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  • The designation is hardly exact, for the heretical centre was at Toulouse and in the neighbouring districts rather than at Albi (the ancient Albiga).

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  • Several were discovered and put to death at Toulouse in 1022; and the synod of Charroux (dep. of Vienne) in 1028, and that of Toulouse in 1056, condemned the growing sect.

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  • But, protected by William IX., duke of Aquitaine, and soon by a great part of the southern nobility, the heretics gained ground in the south, and in 1119 the council of Toulouse in vain ordered the secular powers to assist the ecclesiastical authority in quelling the heresy.

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  • Moreover, two years afterwards a Catharist synod, in which heretics from Languedoc, Bulgaria and Italy took part, was held at St Felix de Caraman, near Toulouse, and their deliberations were undisturbed.

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  • The missions of Cardinal Peter (of St Chrysogonus), formerly bishop of Meaux, to Toulouse and the Toulousain in 1178, and of Henry, cardinal-bishop of Albano (formerly abbot of Clairvaux), in 1180-1181, obtained merely momentary successes.

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  • This implacable war, which threw the whole of the nobility of the north of France against that of the south, and destroyed the brilliant Provencal civilization, ended, politically, in the treaty of Paris (1229), by which the king of France dispossessed the house of Toulouse of the greater part of its fiefs, and that of Beziers of the whole of its fiefs.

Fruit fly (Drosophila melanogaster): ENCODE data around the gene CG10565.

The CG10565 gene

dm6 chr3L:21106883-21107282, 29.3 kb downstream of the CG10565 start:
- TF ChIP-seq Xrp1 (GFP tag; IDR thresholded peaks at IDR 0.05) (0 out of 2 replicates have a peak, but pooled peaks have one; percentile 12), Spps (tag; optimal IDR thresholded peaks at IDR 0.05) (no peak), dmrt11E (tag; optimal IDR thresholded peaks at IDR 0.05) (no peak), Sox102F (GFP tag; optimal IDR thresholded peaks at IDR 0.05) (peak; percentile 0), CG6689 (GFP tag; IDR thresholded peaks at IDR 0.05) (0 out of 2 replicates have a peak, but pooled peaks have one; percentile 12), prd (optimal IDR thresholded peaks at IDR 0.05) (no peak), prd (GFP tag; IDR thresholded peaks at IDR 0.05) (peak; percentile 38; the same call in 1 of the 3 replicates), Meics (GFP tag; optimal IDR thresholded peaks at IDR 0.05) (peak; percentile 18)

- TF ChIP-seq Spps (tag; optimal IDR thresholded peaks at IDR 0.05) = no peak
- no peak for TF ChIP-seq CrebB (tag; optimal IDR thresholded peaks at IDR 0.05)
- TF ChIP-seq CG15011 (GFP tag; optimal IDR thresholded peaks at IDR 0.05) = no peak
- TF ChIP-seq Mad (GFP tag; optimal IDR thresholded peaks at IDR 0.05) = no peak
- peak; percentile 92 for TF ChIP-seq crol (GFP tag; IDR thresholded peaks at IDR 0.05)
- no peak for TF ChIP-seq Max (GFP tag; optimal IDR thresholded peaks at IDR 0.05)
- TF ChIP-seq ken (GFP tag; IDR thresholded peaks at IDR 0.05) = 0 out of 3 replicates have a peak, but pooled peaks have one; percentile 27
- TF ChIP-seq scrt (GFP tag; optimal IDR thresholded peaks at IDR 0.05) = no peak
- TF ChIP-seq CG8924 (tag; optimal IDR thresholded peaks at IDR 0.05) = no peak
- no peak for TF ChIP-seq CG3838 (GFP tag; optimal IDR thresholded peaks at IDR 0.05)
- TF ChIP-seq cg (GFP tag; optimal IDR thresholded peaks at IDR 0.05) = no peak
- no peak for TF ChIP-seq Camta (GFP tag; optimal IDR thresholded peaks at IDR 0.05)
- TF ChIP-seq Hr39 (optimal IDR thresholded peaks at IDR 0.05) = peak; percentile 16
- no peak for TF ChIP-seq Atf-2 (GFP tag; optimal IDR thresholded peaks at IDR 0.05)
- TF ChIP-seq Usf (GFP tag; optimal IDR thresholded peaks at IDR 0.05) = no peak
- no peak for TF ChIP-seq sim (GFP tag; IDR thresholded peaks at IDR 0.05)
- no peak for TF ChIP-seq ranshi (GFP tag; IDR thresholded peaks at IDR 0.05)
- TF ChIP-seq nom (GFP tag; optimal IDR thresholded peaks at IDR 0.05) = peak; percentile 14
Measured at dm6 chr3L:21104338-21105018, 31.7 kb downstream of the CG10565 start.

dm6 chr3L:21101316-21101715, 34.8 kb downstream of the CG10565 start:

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  • The Inquisition, however, operating unremittingly in the south at Toulouse, Albi, Carcassonne and other towns during the whole of the 13th century and a great part of the 14th, succeeded in crushing the heresy.

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  • In contrast, exhibition Toulouse are often less inclined to go broody.

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  • And only die-hards saw Edinburgh beat Toulouse and Wasps.

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  • You can hire your own houseboat and chug along at a gentle pace from Toulouse to Carcassonne, some 60 miles away.

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  • In 1711 the French man-of-war the Toulouse was sighted by two English ships that were returning to Port Mahon in the Mediterranean.

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  • He was born at St Germain, entered the priesthood and was successively cure of Elan near Mezieres, vicar-general of Pontoise (1747), bishop of Evreux (1753) and archbishop of Toulouse (1758), archbishop of Narbonne in 1763, and in that capacity, president of the estates of Languedoc. He devoted himself much less to the spiritual direction of his diocese than to its temporal welfare, carrying out many works of public utility, bridges, canals, roads, harbours, &c.; had chairs of chemistry and of physics created at Montpellier and at Toulouse, and tried to reduce the poverty, especially in Narbonne.